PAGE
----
Is it necessary to have some knowledge of the oriental language before applying?
None of the three foreign languages (Arabic, Chinese and Japanese) require any prior knowledge, since we start at beginners' level. It is, of course, an advantage if you have a feeling for languages and if you are interested in the language of your choice.
How important are business and economics in the programme?
It is possible to enroll as a student without having taken economics or business classes at secondary school. The proportion of business-related courses in
the programme largely depends on your own preferences and the specialization you choose. In the first two years, an introductory course of economics and business will be part of the programme, including a marketing course and an export management course. These courses can be followed without any prior knowledge. At the end of the second year, you choose a specialization. If you opt for the business specialisation, the business component will obviously increase.
How demanding is the programme?
Success rates are hard to give, since success or failure very much depend on the quality of the individual student, and his or her strengths and weaknesses. A lot depends on your motivation and the time and effort you are prepared to invest in studying. What you can do, however, is decide for
yourself whether you
- are interested in languages and whether your linguistic competencies are above average- are interested in other countries and other cultures;
- are prepared to work intensively together with other students, and whether you are capable of doing work in groups;
- have sufficient self-discipline and perseverance;
- keep up with recent events in the Middle and Far East;
- would like to work in an international setting.
The more of these questions get 'yes' as an answer, the better prepared you will be to become a successful student.
How many hours of class will you have each week?
The academic year is divided into four blocks.Each blocks has its own timetable, which means that for you as a student the timetable will change at least four times each year. There may be some variation in the number of lectures per week, one block having more hours of lectures than the other, but
on average you can count on 16 – 18 hours per week. In days this could mean that in one block there could be 3 or 4 days of classes each
week, whereas in the next block there could well be 5 days. Apart from lectures, most of which are mandatory, you can expect group assignments, individual (project) assignments, exam preparation hours and so on. You will need a minimum of 40 hours each week to do the programme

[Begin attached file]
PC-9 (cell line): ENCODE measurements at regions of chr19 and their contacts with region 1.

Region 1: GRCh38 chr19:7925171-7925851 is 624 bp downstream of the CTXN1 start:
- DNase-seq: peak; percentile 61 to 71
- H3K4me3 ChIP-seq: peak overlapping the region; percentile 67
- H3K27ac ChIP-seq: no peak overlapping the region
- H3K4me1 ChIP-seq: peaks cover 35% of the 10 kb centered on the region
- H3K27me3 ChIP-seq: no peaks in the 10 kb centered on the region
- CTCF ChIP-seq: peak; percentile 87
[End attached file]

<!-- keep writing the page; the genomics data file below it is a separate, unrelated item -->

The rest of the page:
Do you have time for side jobs and going out?
Yes, most students do have time for side jobs and for going out. How many hours you can work and spend on leisure activities is your own decision, of course. You are responsible for your own results and we expect you to be responsible enough to make sure your study is your number one priority.
Is class attendance mandatory?
For most courses, class attendance is mandatory. We strongly advise to come to all classes that are listed on your timetable. This is especially relevant for students in the OTC programme, since you will easily fall behind if you miss classes. After all, you are in a language programme. This can be compared to a running train. If you do not remain seated until you reach the final station (the fourth year), but get out at in-between stops, the train will not wait for you to board. Languages like Arabic, Chinese and Japanese cannot be learned by cramming a few days at the end of the block before the test period begins. Another thing is that students sometimes work on group projects, which makes other students depend on your contribution and discipline.
Is there a maximum number of students that will be admitted?
No, there is no maximum, so no selection or lotery system applies. If you meet the entry requirements, you can start in the new academic year.
What is a 'minor'?
In the fourth year, there is a so-called 'minor' block in which you can follow a special course. Each HBO student in the Netherlands is expected to choose a minor in the course of his or her study. A minor can be an in-depth continuation of an aspect of the programme you are interested in, but it can also be a subject outside of your own discipline, something that serves to broaden your knowledge. Additionally, you can opt for the writing of a thesis. You can choose from a number of minor options offered by Zuyd Hogeschool or, in consultation with your supervisor a minor offered by an external party. In selecting your minor you can follow your own interests and ambitions.
Can students participate in the school's decision-making process?
Yes. In the Netherlands, student participation in faculty organization is, in fact, required by law. Apart from this formal participation, there
are informal sessions, arranged on a weekly basis, to discuss organizational issues with the head of department.
What is the drop-out rate?
After the first year, about 55% of the student population continues on in the second year. Most of these students will in due time complete the programme.
What about job prospects?
The main aim of the programme is to train prospective professionals who, for the benefit of international companies, government institutions and non-profit organisations, can act as liaising officers in order to establish and maintain contacts with relations in China, Japan or the Arabic-speaking countries. These contacts can be commercial, cultural or social. As a graduate, you can aim for a commercial career or a career in the field of communication and human resources, in a job in the Netherlands or overseas.